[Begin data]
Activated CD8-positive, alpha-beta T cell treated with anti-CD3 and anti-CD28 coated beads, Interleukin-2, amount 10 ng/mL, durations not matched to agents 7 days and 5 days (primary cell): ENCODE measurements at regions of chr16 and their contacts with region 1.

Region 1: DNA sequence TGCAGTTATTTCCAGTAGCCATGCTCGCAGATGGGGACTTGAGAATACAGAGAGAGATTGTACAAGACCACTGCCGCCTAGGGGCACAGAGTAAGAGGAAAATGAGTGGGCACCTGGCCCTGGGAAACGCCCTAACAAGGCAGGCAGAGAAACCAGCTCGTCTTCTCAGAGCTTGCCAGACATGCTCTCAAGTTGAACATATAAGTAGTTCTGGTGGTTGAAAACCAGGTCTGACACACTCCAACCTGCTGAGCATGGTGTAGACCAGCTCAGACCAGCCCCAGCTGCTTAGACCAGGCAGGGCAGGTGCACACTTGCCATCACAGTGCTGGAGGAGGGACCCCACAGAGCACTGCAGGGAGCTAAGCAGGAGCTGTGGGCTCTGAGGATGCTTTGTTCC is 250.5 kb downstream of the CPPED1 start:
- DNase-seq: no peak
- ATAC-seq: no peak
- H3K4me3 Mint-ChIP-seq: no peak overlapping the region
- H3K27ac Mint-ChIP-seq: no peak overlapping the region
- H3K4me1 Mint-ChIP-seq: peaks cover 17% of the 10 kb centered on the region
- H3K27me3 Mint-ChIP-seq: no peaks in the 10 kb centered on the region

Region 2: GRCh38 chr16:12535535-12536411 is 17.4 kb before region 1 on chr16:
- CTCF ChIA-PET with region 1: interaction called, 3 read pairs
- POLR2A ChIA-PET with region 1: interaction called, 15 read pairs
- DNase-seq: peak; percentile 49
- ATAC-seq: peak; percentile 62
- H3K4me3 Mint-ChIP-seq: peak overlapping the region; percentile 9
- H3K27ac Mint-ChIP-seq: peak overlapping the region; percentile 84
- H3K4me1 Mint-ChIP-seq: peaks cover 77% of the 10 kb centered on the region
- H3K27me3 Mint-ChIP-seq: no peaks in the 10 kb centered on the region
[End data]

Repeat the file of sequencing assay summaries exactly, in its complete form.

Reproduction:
Activated CD8-positive, alpha-beta T cell treated with anti-CD3 and anti-CD28 coated beads, Interleukin-2, amount 10 ng/mL, durations not matched to agents 7 days and 5 days (primary cell): ENCODE measurements at regions of chr16 and their contacts with region 1.

Region 1: DNA sequence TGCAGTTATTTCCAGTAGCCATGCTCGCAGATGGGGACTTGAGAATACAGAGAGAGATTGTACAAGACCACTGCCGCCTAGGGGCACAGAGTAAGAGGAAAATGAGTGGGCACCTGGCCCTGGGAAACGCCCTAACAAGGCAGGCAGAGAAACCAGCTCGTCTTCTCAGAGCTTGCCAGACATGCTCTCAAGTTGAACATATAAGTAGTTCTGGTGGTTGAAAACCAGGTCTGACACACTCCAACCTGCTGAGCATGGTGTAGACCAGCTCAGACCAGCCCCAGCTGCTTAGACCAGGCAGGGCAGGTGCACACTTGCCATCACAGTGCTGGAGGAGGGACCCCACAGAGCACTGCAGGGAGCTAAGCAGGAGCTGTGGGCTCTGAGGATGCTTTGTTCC is 250.5 kb downstream of the CPPED1 start:
- DNase-seq: no peak
- ATAC-seq: no peak
- H3K4me3 Mint-ChIP-seq: no peak overlapping the region
- H3K27ac Mint-ChIP-seq: no peak overlapping the region
- H3K4me1 Mint-ChIP-seq: peaks cover 17% of the 10 kb centered on the region
- H3K27me3 Mint-ChIP-seq: no peaks in the 10 kb centered on the region

Region 2: GRCh38 chr16:12535535-12536411 is 17.4 kb before region 1 on chr16:
- CTCF ChIA-PET with region 1: interaction called, 3 read pairs
- POLR2A ChIA-PET with region 1: interaction called, 15 read pairs
- DNase-seq: peak; percentile 49
- ATAC-seq: peak; percentile 62
- H3K4me3 Mint-ChIP-seq: peak overlapping the region; percentile 9
- H3K27ac Mint-ChIP-seq: peak overlapping the region; percentile 84
- H3K4me1 Mint-ChIP-seq: peaks cover 77% of the 10 kb centered on the region
- H3K27me3 Mint-ChIP-seq: no peaks in the 10 kb centered on the region